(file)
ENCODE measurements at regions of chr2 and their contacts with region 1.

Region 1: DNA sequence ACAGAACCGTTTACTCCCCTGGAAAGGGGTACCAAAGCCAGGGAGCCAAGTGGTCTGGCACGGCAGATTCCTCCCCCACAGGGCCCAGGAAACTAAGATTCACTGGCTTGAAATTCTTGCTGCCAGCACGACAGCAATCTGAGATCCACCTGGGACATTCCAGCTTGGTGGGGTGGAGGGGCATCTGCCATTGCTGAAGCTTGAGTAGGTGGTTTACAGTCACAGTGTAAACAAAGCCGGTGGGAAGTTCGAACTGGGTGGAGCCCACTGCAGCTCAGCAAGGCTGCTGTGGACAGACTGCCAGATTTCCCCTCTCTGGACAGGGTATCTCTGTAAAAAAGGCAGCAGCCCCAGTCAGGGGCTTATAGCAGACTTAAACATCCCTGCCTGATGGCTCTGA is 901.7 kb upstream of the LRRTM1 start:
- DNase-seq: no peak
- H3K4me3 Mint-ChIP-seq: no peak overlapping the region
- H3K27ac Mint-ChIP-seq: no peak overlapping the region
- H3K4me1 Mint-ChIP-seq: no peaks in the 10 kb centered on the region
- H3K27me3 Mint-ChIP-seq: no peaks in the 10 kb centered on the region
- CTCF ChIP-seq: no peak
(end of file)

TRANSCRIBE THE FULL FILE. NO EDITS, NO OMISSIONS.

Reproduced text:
ENCODE measurements at regions of chr2 and their contacts with region 1.

Region 1: DNA sequence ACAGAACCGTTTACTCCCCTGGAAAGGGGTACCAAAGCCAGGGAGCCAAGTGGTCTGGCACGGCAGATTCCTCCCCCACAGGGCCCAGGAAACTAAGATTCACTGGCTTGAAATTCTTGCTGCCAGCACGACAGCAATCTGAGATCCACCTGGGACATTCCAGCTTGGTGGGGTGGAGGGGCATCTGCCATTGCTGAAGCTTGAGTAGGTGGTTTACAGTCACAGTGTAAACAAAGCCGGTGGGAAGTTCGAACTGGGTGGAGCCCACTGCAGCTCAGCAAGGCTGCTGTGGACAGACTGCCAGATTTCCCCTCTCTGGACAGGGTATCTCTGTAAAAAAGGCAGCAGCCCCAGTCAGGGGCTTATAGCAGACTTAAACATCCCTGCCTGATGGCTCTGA is 901.7 kb upstream of the LRRTM1 start:
- DNase-seq: no peak
- H3K4me3 Mint-ChIP-seq: no peak overlapping the region
- H3K27ac Mint-ChIP-seq: no peak overlapping the region
- H3K4me1 Mint-ChIP-seq: no peaks in the 10 kb centered on the region
- H3K27me3 Mint-ChIP-seq: no peaks in the 10 kb centered on the region
- CTCF ChIP-seq: no peak